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Headword: *gala/teia
Adler number: gamma,22
Translated headword: Galateia, Galatea
Vetting Status: high
Name of a goddess.[1] But Galatia [is] a region.[2] Also [sc. attested is] Galatias, a personal name.[3]
Greek Original:
*gala/teia: o)/noma qea=s. *galati/a de\ xw/ra. kai\ *galati/as, o)/noma ku/rion.
[1] A Nereid or sea-nymph, attested from Homer (Iliad 18.45: Web address 1) onwards. Best-known for the story, first ascribed to the dithyrambic poet Philoxenus of Kythera (phi 393), of the love of the cyclops Polyphemus for her (see theta 475). Philoxenus was writing in the court of the Syracusan tyrant Dionysios (delta 1178), and the Homeric cyclopes were thought to have lived in Sicily, so Philoxenus' apparent innovation in the myth was possibly motivated by local concerns. The story subsequently became popular among Hellenistic poets, chiefly through the agency of the Sicilian Theocritus. Usually it is Polyphemus who pursues Galateia, unsuccessfully (e.g. Theocritus, Idyll 11), but a parallel tradition develops in which Galateia is at least tacitly receptive to his advances (e.g. Theocritus, Idyll 6; Nonnos, Dionysiaka 39.257-64, 40.555), and Appian, Illyrica 10.2 makes her and Polyphemus the parents of several children, including Galas, the eponymous ancestor of the Galatians. Ovid, Metamorphoses 13.738-897 is the earliest surviving account to include the character of Acis, a youth to whom Galateia is devoted until he is killed by Polyphemus and transformed into the Sicilian river that bears his name. This addition to the story did not, surprisingly, have much impact on the later tradition, although there are a couple of artistic representations of the story showing a figure who could be Acis (LIMC 5.1.1000-05: #29, #47). See generally OCD(4) s.v. (p.599).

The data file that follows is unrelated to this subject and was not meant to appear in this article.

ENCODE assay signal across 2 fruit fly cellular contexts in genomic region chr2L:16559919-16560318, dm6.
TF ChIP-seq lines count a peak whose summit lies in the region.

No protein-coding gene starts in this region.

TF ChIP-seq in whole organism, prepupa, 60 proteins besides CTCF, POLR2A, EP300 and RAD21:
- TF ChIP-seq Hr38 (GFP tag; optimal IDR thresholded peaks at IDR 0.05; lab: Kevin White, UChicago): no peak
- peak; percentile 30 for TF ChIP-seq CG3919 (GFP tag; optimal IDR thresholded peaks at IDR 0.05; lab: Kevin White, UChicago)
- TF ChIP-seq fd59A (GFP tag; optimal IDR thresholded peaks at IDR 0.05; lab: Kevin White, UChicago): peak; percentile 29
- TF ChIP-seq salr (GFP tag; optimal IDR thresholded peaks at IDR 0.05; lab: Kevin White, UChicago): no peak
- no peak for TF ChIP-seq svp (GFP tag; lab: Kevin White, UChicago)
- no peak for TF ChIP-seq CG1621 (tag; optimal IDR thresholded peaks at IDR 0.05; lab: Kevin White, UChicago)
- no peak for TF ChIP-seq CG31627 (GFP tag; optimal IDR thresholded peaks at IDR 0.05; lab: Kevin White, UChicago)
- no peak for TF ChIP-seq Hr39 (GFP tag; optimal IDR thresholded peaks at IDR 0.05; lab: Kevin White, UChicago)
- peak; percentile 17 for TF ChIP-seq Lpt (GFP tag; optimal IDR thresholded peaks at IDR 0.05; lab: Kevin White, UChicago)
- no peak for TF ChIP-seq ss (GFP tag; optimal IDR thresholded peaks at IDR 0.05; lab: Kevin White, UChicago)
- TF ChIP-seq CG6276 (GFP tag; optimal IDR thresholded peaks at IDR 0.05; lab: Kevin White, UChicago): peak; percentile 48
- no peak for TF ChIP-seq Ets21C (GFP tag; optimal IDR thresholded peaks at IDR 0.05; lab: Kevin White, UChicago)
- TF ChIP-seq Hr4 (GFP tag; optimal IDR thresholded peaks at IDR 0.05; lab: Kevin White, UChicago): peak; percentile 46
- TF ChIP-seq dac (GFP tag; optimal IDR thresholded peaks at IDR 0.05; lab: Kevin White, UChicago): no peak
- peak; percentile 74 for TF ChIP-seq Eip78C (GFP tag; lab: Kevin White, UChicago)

[2] In central Asia Minor (modern Turkey). Also a Roman province of that name. See generally OCD(4) s.v. (pp.599-600). The most likely reason for mentioning it here is that in late Greek, apart from accent, the name Galateia and the region Galatia were homophonous, but see also note 1 above for the putative connection between Galateia and Galas, the eponymous hero of the region.
[3] Not a very common one, but see for instance Supplementum Epigraphicum Graecum 11.1009 (on a rock-cut inscription from Messenia, probably third century CE).
Associated internet address:
Web address 1
Keywords: aetiology; art history; children; definition; epic; gender and sexuality; geography; mythology; poetry; religion
Translated by: Ross Scaife ✝ on 18 October 2001@21:12:30.
Vetted by:
David Whitehead (added notes and keywords; cosmetics) on 20 October 2001@07:12:03.
Robert Dyer (Added x-ref to her appearance in Philoxenus, added keyword) on 22 May 2003@09:21:59.
Robert Dyer (corrected careless error in my vetting) on 22 May 2003@09:28:07.
William Hutton (augmented notes, added link and keywords, set status) on 10 April 2008@07:57:36.
David Whitehead (expanded n.3; more x-refs; tweaks and cosmetics) on 10 April 2008@09:29:27.
William Hutton (minor cosmetics and tweaks) on 11 April 2008@02:49:14.
Catharine Roth (upgraded link) on 21 August 2012@01:12:27.
David Whitehead on 4 August 2014@03:05:37.


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